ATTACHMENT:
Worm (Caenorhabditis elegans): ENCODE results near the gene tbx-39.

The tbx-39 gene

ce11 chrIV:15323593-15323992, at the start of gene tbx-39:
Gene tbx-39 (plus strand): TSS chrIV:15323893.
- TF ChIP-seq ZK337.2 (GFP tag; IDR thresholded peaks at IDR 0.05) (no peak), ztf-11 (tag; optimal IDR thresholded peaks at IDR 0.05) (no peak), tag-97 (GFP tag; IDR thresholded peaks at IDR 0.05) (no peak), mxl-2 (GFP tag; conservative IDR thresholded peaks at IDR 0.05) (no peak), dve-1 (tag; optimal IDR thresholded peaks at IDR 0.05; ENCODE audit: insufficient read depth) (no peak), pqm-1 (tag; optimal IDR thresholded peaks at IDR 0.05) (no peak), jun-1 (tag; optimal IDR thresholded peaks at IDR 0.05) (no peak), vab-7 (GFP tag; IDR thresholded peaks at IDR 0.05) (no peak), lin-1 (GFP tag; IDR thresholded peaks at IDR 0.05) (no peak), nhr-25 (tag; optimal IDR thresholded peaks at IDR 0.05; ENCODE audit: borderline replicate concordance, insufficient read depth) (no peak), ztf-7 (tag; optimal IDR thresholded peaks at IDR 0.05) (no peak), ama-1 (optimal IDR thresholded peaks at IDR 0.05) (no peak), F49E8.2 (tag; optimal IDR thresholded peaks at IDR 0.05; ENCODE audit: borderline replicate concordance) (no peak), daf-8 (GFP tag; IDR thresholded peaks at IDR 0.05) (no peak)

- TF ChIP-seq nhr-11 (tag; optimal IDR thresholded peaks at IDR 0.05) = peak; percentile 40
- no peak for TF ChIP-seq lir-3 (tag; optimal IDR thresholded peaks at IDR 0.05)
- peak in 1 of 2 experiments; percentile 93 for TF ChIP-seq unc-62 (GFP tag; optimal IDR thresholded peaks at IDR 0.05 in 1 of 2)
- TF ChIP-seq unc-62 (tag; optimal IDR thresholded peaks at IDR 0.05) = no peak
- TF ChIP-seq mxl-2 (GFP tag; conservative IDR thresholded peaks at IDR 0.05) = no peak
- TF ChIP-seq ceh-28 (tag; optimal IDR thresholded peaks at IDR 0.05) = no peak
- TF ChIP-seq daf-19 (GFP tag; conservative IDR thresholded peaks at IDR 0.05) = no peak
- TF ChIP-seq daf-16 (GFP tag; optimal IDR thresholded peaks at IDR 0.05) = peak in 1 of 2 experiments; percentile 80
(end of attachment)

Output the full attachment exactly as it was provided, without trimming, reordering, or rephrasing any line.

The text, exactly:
Worm (Caenorhabditis elegans): ENCODE results near the gene tbx-39.

The tbx-39 gene

ce11 chrIV:15323593-15323992, at the start of gene tbx-39:
Gene tbx-39 (plus strand): TSS chrIV:15323893.
- TF ChIP-seq ZK337.2 (GFP tag; IDR thresholded peaks at IDR 0.05) (no peak), ztf-11 (tag; optimal IDR thresholded peaks at IDR 0.05) (no peak), tag-97 (GFP tag; IDR thresholded peaks at IDR 0.05) (no peak), mxl-2 (GFP tag; conservative IDR thresholded peaks at IDR 0.05) (no peak), dve-1 (tag; optimal IDR thresholded peaks at IDR 0.05; ENCODE audit: insufficient read depth) (no peak), pqm-1 (tag; optimal IDR thresholded peaks at IDR 0.05) (no peak), jun-1 (tag; optimal IDR thresholded peaks at IDR 0.05) (no peak), vab-7 (GFP tag; IDR thresholded peaks at IDR 0.05) (no peak), lin-1 (GFP tag; IDR thresholded peaks at IDR 0.05) (no peak), nhr-25 (tag; optimal IDR thresholded peaks at IDR 0.05; ENCODE audit: borderline replicate concordance, insufficient read depth) (no peak), ztf-7 (tag; optimal IDR thresholded peaks at IDR 0.05) (no peak), ama-1 (optimal IDR thresholded peaks at IDR 0.05) (no peak), F49E8.2 (tag; optimal IDR thresholded peaks at IDR 0.05; ENCODE audit: borderline replicate concordance) (no peak), daf-8 (GFP tag; IDR thresholded peaks at IDR 0.05) (no peak)

- TF ChIP-seq nhr-11 (tag; optimal IDR thresholded peaks at IDR 0.05) = peak; percentile 40
- no peak for TF ChIP-seq lir-3 (tag; optimal IDR thresholded peaks at IDR 0.05)
- peak in 1 of 2 experiments; percentile 93 for TF ChIP-seq unc-62 (GFP tag; optimal IDR thresholded peaks at IDR 0.05 in 1 of 2)
- TF ChIP-seq unc-62 (tag; optimal IDR thresholded peaks at IDR 0.05) = no peak
- TF ChIP-seq mxl-2 (GFP tag; conservative IDR thresholded peaks at IDR 0.05) = no peak
- TF ChIP-seq ceh-28 (tag; optimal IDR thresholded peaks at IDR 0.05) = no peak
- TF ChIP-seq daf-19 (GFP tag; conservative IDR thresholded peaks at IDR 0.05) = no peak
- TF ChIP-seq daf-16 (GFP tag; optimal IDR thresholded peaks at IDR 0.05) = peak in 1 of 2 experiments; percentile 80